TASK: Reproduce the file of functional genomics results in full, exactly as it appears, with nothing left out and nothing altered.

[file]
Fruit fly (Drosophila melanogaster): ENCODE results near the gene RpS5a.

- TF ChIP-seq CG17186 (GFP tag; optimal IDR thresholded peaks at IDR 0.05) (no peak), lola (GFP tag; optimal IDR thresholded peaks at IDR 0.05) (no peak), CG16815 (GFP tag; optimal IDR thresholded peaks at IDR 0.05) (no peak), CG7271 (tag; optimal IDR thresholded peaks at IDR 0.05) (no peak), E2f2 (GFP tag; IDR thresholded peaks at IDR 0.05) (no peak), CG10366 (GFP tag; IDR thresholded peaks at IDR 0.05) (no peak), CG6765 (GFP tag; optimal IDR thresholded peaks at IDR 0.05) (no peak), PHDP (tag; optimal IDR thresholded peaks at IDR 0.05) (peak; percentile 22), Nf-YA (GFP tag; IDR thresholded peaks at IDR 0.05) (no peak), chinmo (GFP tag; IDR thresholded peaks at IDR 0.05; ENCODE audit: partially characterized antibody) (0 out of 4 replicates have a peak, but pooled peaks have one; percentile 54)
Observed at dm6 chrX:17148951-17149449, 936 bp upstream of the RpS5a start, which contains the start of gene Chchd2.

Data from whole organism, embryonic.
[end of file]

Fruit fly (Drosophila melanogaster): ENCODE results near the gene RpS5a.

- TF ChIP-seq CG17186 (GFP tag; optimal IDR thresholded peaks at IDR 0.05) (no peak), lola (GFP tag; optimal IDR thresholded peaks at IDR 0.05) (no peak), CG16815 (GFP tag; optimal IDR thresholded peaks at IDR 0.05) (no peak), CG7271 (tag; optimal IDR thresholded peaks at IDR 0.05) (no peak), E2f2 (GFP tag; IDR thresholded peaks at IDR 0.05) (no peak), CG10366 (GFP tag; IDR thresholded peaks at IDR 0.05) (no peak), CG6765 (GFP tag; optimal IDR thresholded peaks at IDR 0.05) (no peak), PHDP (tag; optimal IDR thresholded peaks at IDR 0.05) (peak; percentile 22), Nf-YA (GFP tag; IDR thresholded peaks at IDR 0.05) (no peak), chinmo (GFP tag; IDR thresholded peaks at IDR 0.05; ENCODE audit: partially characterized antibody) (0 out of 4 replicates have a peak, but pooled peaks have one; percentile 54)
Observed at dm6 chrX:17148951-17149449, 936 bp upstream of the RpS5a start, which contains the start of gene Chchd2.

Data from whole organism, embryonic.